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April, 2022
Reception Desk, K5, Tokyo, Japan ©︎ Yikin Hyo

Designed by Swedish architecture and design practice Claesson Koivisto Rune, a former bank annex building has been transformed into a boutique hotel with the Japanese concept of aimai leading the design and “erasing borders” to merge East and West. K5 houses just twenty guest rooms, yet it contains a whole social ecosystem that also includes a cafe, beer hall, wine bar, cocktail bar and fine dining restaurant within its premises that “exist with nature in the city.”

Approaching its 100th anniversary next year, K5’s site heritage is quite remarkable. As an annex of one of the first established banks in Tokyo, K5 is situated in the former bank annex that was transformed three years ago by the Swedish architects who aimed to preserve as much of the original building as possible. Find stunning century-old details still remaining in the front facade and reception entrance — decals that have been further replicated in the hotel’s graphic design communications in homage to the origins of the site.

At the hotel’s front desk, a large paper lantern sets the tone for the modern boutique hotel, featuring details that perfectly balance Swedish modernism with traditional Japanese elements. Find indigo-dyed drapes in guest rooms dyed locally by Uchida Dyeing Factory, to stunning carpets designed akin to tatami woven floors (produced by Swedish rug manufacturer Kasthall). A key stand-out in rooms are the timber Maruni chairs and the original paper lanterns custom-designed by Claesson Koivisto Rune and produced by Time&Style — their looming presence and unique form inspired by a grain of rice. The architects have created playful details that are worth looking out for — sofa legs are in fact stumps of bamboo — a delightful addition of nature.

Within the building’s ground floor, find Switch Coffee and Caveman restaurant (run by the talented young chefs of Kabi in Meguro) with accompanying natural wine bar. The spaces partitioned by living plants curated by Yardworks are a sophisticated offering — a perfect space for a fine dining evening from Tokyo’s best young chefs or relax with a natural wine by the bar. On the lower ground level, find a more informal area with lounges and tables for larger groups and gatherings at the Brooklyn Brewery beer hall — the first outpost in Japan — with a DJ booth and a variety of Brooklyn Beers on tap. Back by the hotel’s front reception, a small door to the right also leads to the hotel’s speak-easy bar Ao, a cocktail library inspired by the “father of Japanese capitalism” Eiichi Shibusawa, with an interior filled with the plentiful books he authored, paired with a cocktail menu inspired his legacy. Yet it was our breakfast at Caveman that was a stand-out during our stay — surrounded by their glass jars of experimental fermentations — and served with sourdough made on-site with fermented butter, kombu dashi green pea soup, pork and herb sausage and Crazy Farm fresh salad and vegetables.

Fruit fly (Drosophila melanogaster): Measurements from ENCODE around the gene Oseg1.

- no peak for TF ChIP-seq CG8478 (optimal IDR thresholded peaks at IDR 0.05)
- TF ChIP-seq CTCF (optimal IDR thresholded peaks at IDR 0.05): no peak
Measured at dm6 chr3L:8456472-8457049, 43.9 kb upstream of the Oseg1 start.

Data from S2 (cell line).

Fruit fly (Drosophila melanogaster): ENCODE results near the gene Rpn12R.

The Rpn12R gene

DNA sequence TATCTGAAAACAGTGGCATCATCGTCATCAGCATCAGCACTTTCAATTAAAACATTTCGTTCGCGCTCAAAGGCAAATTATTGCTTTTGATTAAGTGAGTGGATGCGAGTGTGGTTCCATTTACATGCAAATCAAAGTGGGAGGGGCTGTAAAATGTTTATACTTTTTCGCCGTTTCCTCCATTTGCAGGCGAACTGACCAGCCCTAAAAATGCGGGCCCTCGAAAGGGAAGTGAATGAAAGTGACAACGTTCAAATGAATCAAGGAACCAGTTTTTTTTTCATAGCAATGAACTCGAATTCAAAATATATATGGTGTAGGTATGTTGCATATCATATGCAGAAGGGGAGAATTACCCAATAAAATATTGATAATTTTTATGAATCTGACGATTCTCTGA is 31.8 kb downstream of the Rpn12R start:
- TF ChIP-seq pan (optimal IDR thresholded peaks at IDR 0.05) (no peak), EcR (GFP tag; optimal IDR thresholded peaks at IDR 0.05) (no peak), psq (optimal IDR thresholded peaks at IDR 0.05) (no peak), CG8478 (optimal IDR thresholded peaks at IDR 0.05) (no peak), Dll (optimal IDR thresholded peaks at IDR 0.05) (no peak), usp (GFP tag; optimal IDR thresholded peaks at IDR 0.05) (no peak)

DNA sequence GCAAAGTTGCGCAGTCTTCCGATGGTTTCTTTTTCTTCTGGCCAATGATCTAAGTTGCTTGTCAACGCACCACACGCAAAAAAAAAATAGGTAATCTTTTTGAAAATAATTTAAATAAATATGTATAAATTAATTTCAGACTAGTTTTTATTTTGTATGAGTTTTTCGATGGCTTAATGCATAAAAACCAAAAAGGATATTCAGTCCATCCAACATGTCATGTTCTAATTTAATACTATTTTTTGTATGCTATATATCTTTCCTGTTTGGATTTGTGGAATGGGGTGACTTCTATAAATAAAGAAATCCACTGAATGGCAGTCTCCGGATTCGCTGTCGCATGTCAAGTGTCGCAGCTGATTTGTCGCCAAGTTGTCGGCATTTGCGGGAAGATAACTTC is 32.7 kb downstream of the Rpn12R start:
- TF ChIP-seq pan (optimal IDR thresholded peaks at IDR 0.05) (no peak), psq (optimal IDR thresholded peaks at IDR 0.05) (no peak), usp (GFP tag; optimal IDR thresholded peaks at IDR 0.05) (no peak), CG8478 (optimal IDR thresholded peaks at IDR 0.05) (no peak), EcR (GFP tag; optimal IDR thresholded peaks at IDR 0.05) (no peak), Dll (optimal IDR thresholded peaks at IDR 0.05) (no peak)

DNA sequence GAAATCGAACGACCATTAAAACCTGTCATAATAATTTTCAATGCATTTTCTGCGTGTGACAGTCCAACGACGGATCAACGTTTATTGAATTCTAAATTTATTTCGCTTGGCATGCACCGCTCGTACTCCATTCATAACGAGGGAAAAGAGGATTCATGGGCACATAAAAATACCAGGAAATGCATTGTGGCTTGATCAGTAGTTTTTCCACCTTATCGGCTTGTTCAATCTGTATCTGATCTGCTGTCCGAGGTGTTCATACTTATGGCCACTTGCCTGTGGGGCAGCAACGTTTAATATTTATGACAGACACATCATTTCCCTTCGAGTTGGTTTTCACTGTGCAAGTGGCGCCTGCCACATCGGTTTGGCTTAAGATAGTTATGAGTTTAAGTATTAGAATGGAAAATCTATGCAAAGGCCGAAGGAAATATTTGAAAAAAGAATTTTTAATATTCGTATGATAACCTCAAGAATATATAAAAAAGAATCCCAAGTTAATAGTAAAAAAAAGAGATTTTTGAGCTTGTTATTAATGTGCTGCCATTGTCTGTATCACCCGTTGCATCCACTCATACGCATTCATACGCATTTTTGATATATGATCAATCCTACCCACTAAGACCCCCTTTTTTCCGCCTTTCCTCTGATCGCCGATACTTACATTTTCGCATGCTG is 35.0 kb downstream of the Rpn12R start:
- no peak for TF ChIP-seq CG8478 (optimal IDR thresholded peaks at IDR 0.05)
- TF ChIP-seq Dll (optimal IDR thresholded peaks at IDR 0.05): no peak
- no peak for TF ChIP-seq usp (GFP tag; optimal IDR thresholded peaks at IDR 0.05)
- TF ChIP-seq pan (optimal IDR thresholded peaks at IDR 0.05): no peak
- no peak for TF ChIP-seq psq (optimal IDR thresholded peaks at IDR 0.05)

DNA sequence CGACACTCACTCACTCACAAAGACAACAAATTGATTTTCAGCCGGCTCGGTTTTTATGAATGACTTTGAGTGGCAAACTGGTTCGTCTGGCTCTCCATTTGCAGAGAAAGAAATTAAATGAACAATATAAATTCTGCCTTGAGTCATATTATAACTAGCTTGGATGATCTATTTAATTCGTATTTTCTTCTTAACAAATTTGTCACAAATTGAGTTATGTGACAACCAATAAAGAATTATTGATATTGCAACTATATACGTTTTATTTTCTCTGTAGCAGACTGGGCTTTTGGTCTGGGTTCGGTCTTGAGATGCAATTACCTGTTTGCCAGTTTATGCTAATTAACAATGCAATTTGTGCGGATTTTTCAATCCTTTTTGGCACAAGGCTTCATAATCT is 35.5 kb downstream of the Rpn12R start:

Whether staying as a guest or simply visiting the premises for their coffee kiosk, dining and bar facilities, K5 is contemporary design gem housed in a heritage building that is a perfect recluse for anyone both living, or visiting Tokyo. 

K5, Tokyo, Japan ©︎ Yikin Hyo
K5, Tokyo, Japan ©︎ Yikin Hyo
Guest room corridor, K5, Tokyo, Japan ©︎ Yikin Hyo
Junior Suite, K5, Tokyo, Japan ©︎ Yikin Hyo
K5, Tokyo, Japan ©︎ Yikin Hyo
The spectacular indigo-dyed curtains and paper lantern, K5, Tokyo, Japan ©︎ Yikin Hyo
Studio guest room, K5, Tokyo, Japan ©︎ Yikin Hyo
K5, Tokyo, Japan ©︎ Yikin Hyo
Loft, K5, Tokyo, Japan ©︎ Yikin Hyo
Switch Coffee, K5, Tokyo, Japan ©︎ Yikin Hyo
Caveman wine bar, K5, Tokyo, Japan ©︎ Yikin Hyo

3-5 Nihonbashikabutocho,
Chuo City, Tokyo 103-0026

For more design and travel destinations in Tokyo and Japan, click here.

K5 illuminated at night, Tokyo, Japan ©︎ Yikin Hyo

Text: Joanna Kawecki
Images: Yikin Hyo / K5

April, 2022